Based on two syntactic dependency networks derived from two Chinese treebanks of different registers, a statistical study is conducted regarding word frequency and distributions. We chose three grammatical (function) words as our research objects and analyzed their network features, including degree, out-degree, in-degree, closeness, in-closeness, out-closeness and betweenness. Then we removed these three word nodes from the networks so as to see what consequences may follow in the number of vertices, average degree, average path length, diameter, the number of isolated vertices, domain and density. The results showed that all three function words are central nodes of the Chinese syntactic networks but have different status, since their influence to the overall structure is quite different. The research provides not only a new way for the study on Chinese function words but also a method for examining the influence of node characteristics to a complex network.
Xinying Chen, Haitao Liu

Non-crossing Dependencies: Least Effort, Not Grammar

The use of null hypotheses (in a statistical sense) is common in hard sciences but not in theoretical linguistics. Here the null hypothesis that the low frequency of syntactic dependency crossings is expected by an arbitrary ordering of words is rejected. It is shown that this would require star dependency structures, which are both unrealistic and too restrictive. The hypothesis of the limited resources of the human brain is revisited. Stronger null hypotheses taking into account actual dependency lengths for the likelihood of crossings are presented. Those hypotheses suggests that crossings are likely to reduce when dependencies are shortened. A hypothesis based on pressure to reduce dependency lengths is more parsimonious than a principle of minimization of crossings or a grammatical ban that is totally dissociated from the general and non-linguistic principle of economy.
Ramon Ferrer-i-Cancho



Simulating the Effects of Cross-Generational Cultural Transmission on Language Change

Language evolves in a socio-cultural environment. Apart from biological evolution and individual learning, cultural transmission also casts important influence on many aspects of language evolution. In this paper, based on the lexicon-syntax coevolution model, we extend the acquisition framework in our previous work to examine the roles of three forms of cultural transmission spanning the offspring, parent, and grandparent generations in language change. These transmissions are: those between the parent and offspring generations (PO), those within the offspring generation (OO), and those between the grandparent and offspring generations (GO). The simulation results of the considered model and relevant analyses illustrate not only the necessity of PO and OO transmissions for language change, thus echoing our previous findings, but also the importance of GO transmission, a form of cross-generational cultural transmission, on preserving the mutual understandability of the communal language across generations of individuals.
Tao Gong, Lan Shuai

Social Networks and Beyond in Language Change

We examine the effects of heterogeneous social interactions in a numerical model of language change based on the evolutionary utterance based theory developed by Croft. Two or more variants of a linguistic variable compete in the population. Social interactions can be separated into a symmetric weighted network of social contact probabilities, and asymmetric weightings given by speakers to each other’s utterances, that is, social influence. Remarkably, when interactions are symmetric between speakers, the network structure has no effect on the mean time to consensus. On the other hand large disparities in social influence, even in rather homogeneous networks, can dramatically affect mean time to reach consensus (fixation). We explore a range of representative scenarios, to give a general picture of both aspects of social interactions, in the absence of explicit selection for any particular variant.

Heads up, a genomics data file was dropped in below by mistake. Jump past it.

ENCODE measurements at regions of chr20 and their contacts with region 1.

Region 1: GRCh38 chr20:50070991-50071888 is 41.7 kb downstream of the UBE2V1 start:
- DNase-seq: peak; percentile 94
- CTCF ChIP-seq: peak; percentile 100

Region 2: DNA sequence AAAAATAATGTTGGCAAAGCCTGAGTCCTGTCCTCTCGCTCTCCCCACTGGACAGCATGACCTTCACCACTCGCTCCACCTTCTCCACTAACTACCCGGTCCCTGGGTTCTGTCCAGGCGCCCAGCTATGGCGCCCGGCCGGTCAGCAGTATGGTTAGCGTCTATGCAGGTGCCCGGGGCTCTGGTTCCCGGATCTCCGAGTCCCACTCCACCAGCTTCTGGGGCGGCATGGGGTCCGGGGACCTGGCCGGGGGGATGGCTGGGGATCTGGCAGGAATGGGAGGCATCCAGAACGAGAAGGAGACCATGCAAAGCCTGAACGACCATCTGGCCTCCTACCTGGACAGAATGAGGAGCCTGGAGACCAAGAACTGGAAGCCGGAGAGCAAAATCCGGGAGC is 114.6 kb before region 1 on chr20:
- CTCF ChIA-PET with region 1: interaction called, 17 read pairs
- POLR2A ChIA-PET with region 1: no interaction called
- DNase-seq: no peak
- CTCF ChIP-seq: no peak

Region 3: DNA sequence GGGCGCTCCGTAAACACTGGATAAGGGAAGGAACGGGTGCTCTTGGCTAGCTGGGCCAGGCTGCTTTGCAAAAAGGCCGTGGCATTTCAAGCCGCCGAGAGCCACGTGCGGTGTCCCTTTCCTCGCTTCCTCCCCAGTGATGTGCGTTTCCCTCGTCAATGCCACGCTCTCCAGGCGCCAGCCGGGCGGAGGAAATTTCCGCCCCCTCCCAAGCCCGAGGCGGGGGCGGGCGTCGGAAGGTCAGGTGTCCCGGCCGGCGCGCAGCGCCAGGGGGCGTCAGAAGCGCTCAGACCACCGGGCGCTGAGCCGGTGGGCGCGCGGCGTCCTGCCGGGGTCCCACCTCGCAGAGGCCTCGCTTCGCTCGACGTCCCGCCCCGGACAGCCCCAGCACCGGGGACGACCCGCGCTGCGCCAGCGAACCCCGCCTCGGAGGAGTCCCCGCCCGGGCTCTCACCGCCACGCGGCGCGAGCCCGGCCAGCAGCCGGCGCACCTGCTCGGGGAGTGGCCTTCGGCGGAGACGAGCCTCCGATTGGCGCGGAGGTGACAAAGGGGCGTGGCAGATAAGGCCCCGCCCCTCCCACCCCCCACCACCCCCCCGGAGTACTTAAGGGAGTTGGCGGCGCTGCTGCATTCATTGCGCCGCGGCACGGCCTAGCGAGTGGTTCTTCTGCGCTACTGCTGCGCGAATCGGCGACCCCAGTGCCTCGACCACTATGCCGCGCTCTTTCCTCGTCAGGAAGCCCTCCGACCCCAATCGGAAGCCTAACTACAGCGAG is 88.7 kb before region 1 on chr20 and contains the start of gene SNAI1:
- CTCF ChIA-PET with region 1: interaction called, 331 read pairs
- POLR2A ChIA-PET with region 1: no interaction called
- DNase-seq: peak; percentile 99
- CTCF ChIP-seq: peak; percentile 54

Gareth J. Baxter

Emergence of Dominant Opinions in Presence of Rigid Individuals

In this chapter, we study the dynamics of the so-called naming game as an opinion formation model with a focus on how the presence of a set of rigid minorities can result in the emergence of a dominant opinion in the system. These rigid minorities are “speaker-only”, i.e., they only “speak” and never “listen” thus strongly affecting the course of a social agreement process. We show that for a moderate α (fraction of rigid minorities), the agreement dynamics results in an emergence of a dominant opinion. We extensively study the property of such dominant opinions and observe that the dominance is not the characteristic property of only the “speaker-only” opinions; other opinions under certain circumstances can also become dominant. However, with increasing α, the chances of a “speaker-only” opinion becoming dominant increases. We also find early invented opinions possess higher chances of becoming dominant. We embed this model on various static interaction topologies and real-world time-varying face-to-face interaction data. Importantly, for a reasonably static societal structure the presence of rigid minorities influences the emergence of a dominant opinion to a much larger extent than in case where the societal structure is very dynamic.
Suman Kalyan Maity, Animesh Mukherjee



Considerations for a Linguistic Network Markup Language

As the previous chapters have shown, the possible ways of representing linguistic data as a graph are as diverse as the data itself. For the process of graph modeling, the decision as to what information will be represented as nodes and what information as relations is of great importance. In addition, what kind of added value is going to be expected by the representation of the data as a graph and what kinds of scientific questions should be answerable by the model.
Maik Stührenberg, Nils Diewald, Rüdiger Gleim

Linguistic Networks – An Online Platform for Deriving Collocation Networks from Natural Language Texts

This section describes the Linguistic Networks System (LNS). Its primary goal is to allow users for exploring texts from a network-oriented perspective. One aim is to let researchers - especially from the area of historical semantics (Jussen et al. 2007) - reveal particularities of the underlying texts that are hardly accessible otherwise.
Alexander Mehler, Rüdiger Gleim